So you see copy typing is often not just copy typing.
These are just points to remember if you get asked to quote on Dictatation, Trancription and Typing.

Starting up your own VA Business

  • Determine what kind of business you want to start, look at your skills and see what you enjoy doing, make a list of jobs you have done in your career, say you did e.g. Typing, Transcription, PowerPoint Presentation etc and that is what you enjoy doing, so start your business by offering the services you enjoy doing the most and expand your business from there as you get to learn and know other jobs.
  • Learn about the industry for your business, do Internet research around the world. There are many VA sites worldwide that you can visit to see what the industry is about. Search for ‘Virtual Assistants’ via Google etc.
  • Check out the market for your business, study your competition, speak to other experienced VAs, ask how they started up, etc. And if an established VA will assist you as your mentor, grab her and don’t let her go,
  • Educate yourself on running a business. Learn what a Business Owner is and what Business Owners do, you have your company books, invoicing, customer liaison, quotations, networking, marketing, debt collecting etc. There is more to running a business than just taking in typing jobs. A Virtual Assistant runs a business/company.
  • Join Associations, Chamber of Commerce, small to medium business networking groups, women’s business groups etc for networking purposes, locally.
  • Name your business, have a business name that reflects what you are doing and who you are. Design a company logo and a company slogan. This to me was one of the most exciting tasks to do when I started my company, ive been through quite a few logo’s since starting and I am now happy with my current logo as it reflects what I am doing.
  • Perform a trademark search on the name you choose for your business to make sure no one else is using that name.
  • Register a domain name for your website; first check that the name you have chosen is not used by someone else. My domain name is www.amftyping.co.za, the domain being ‘amftyping’.
  • Design/Acquire a website/blogging (Example: site http://alison-fourie.blogspot.com/), this is a great marketing tool, you can list your website on search engines and add your website and company details to search engine listings, classified sections, and in directories via the internet worldwide. Your website and blog are your internet advertising tools; they portray you on-line, make sure your content is good and draws clients to you. If it’s not working within 3 months relook at your content and change it.
  • Determine business structure (sole proprietor, partnership, or corporation).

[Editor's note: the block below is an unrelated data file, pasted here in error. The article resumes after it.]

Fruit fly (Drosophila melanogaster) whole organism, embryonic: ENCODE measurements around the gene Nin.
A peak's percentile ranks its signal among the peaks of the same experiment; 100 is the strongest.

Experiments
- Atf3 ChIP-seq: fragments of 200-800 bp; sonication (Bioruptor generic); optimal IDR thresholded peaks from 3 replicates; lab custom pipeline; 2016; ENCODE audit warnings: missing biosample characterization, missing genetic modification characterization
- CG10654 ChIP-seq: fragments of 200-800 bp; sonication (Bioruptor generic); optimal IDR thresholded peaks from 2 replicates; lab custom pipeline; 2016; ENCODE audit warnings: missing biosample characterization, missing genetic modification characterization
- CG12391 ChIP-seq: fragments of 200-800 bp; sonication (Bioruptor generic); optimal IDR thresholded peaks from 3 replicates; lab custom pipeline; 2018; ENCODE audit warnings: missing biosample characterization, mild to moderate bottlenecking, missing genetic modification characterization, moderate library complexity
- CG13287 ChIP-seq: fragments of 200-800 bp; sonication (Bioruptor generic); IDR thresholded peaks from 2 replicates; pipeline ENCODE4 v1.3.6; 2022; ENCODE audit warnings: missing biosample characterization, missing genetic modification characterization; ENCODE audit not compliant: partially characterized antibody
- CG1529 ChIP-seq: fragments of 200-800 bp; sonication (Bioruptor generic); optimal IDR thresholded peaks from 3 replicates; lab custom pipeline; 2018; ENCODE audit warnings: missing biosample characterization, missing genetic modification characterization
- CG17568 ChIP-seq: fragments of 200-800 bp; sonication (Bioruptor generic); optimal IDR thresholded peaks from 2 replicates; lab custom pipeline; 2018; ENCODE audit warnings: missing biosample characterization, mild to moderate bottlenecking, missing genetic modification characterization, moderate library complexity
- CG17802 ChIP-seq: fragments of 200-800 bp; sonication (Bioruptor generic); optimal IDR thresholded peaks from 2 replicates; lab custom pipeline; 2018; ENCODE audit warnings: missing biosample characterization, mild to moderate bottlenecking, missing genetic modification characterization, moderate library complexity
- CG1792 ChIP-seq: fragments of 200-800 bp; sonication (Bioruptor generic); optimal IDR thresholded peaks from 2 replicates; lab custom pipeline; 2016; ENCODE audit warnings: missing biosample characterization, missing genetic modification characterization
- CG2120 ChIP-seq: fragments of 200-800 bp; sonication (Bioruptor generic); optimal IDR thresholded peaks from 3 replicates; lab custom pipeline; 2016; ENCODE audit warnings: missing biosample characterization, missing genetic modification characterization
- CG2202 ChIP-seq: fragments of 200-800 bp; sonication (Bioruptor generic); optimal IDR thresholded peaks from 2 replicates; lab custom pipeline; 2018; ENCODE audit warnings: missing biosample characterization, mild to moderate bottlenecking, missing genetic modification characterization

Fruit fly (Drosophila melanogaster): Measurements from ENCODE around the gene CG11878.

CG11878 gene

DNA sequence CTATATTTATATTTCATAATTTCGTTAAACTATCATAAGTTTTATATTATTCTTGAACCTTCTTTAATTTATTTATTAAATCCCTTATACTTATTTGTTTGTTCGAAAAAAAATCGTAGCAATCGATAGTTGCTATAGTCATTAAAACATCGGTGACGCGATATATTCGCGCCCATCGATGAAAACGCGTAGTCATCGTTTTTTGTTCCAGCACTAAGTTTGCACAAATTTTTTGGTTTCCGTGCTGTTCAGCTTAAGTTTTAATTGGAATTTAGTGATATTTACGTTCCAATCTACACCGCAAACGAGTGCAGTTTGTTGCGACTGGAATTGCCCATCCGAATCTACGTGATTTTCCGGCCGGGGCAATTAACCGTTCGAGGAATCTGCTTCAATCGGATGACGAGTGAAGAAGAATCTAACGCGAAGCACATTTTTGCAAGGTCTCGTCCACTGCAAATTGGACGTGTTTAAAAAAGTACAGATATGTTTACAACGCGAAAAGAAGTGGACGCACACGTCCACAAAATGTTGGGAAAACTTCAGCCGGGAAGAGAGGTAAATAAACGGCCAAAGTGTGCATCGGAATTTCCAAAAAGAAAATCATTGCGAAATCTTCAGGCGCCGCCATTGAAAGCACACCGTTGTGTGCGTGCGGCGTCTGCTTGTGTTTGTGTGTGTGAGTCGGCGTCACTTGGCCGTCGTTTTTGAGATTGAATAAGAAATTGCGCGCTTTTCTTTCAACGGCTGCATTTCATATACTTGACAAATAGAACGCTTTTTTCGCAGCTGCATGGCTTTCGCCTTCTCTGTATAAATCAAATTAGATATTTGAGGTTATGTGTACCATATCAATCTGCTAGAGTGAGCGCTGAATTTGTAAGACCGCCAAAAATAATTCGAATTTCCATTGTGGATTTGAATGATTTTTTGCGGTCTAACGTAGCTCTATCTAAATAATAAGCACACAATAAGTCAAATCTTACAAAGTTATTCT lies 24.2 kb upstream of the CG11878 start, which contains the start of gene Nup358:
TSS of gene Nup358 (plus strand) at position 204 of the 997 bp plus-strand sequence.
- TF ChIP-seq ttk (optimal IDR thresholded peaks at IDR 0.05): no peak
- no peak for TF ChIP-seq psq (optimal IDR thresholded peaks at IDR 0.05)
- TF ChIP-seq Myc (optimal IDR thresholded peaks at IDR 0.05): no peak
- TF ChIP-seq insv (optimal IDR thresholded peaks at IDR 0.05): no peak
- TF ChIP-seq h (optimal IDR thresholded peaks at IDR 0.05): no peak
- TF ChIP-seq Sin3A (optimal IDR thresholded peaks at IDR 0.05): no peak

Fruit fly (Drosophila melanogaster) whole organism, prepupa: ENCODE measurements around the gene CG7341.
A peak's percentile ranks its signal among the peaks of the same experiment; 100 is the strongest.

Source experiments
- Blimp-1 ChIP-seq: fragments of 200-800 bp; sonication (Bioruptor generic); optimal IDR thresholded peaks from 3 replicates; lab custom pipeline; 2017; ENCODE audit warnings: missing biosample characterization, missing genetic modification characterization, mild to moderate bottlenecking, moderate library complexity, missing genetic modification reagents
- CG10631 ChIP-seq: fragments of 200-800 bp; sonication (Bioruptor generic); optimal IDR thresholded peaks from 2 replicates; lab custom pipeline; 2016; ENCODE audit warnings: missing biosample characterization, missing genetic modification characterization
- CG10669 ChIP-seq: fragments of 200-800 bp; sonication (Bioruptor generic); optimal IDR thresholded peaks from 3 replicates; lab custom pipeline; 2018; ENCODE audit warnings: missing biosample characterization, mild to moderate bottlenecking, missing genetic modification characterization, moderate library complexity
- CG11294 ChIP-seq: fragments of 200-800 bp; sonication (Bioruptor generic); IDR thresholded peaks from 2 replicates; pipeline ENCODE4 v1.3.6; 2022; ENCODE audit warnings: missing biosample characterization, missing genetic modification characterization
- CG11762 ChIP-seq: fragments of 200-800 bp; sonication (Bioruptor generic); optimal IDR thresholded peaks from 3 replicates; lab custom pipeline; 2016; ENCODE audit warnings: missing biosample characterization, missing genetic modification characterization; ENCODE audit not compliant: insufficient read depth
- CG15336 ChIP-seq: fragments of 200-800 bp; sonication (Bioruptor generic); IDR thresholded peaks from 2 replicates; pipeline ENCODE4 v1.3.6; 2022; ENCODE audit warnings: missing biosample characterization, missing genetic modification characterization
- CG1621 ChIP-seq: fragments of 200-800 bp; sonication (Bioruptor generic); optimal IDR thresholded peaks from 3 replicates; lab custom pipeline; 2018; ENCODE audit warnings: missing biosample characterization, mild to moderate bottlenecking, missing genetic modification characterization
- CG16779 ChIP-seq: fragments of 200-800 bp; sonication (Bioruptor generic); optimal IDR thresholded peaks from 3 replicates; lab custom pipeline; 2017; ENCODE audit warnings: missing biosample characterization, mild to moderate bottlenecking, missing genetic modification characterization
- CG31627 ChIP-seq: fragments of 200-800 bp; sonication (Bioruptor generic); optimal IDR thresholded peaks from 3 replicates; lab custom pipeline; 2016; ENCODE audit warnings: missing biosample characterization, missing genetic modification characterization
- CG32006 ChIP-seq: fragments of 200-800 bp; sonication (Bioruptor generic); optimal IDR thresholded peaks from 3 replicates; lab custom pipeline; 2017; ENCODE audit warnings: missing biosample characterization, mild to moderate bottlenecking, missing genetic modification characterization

• Evaluate your personal budget, know what your budget limits are, and work within these limits.
  • Write a business plan, list your objectives and values, create your mission statement, update as your business grows. Set up the way you are going to run your business (Procedures/structures), document it, edit, as you need to, but put it in writing.
  • Register your business with the Deeds Office in (for South African VAs only, VAs from other countries must check their own country regulations) Have a choice of company names; check out your company names via the internet, because if you find someone with the same business name you will have to change your name as they were here first.
  • Organise your office and office space.
  • Order signage, I have a sign attached to my gate with business name and details. Place signage/magnets on your car, as you drive around, you are advertising your company.
  • Obtain business tools (computer, printer, fax machine, office supplies, and fixtures, ADSL line, Broadband/wireless connection). (Make sure you have the bandwidth to cater for your job, if you are doing transcription/typing you will receive large files, you need to be able to download and upload these files so you bandwidth must be adequate.
  • Order/Create business stationery (business cards, letterhead, brochures, forms etc). You can create your own office stationery via your computer, it saves money.
  • Set a launch date.
  • Plan a grand opening event; create press releases, flyers, and notices. Send announcements to everyone you know that you are opening your business. Let people know about this, advertise strongly that you are opening your business, let other VAs know, report it on forums, Facebook, networking sites/social media. But get your opening information out there.
  • Evaluate your marketing/networking strategy/plan often and do the same with your business strategy/plan as your business changes then make note of the changes and new procedures in your business strategy/plan. Your business plan should be a working ongoing document.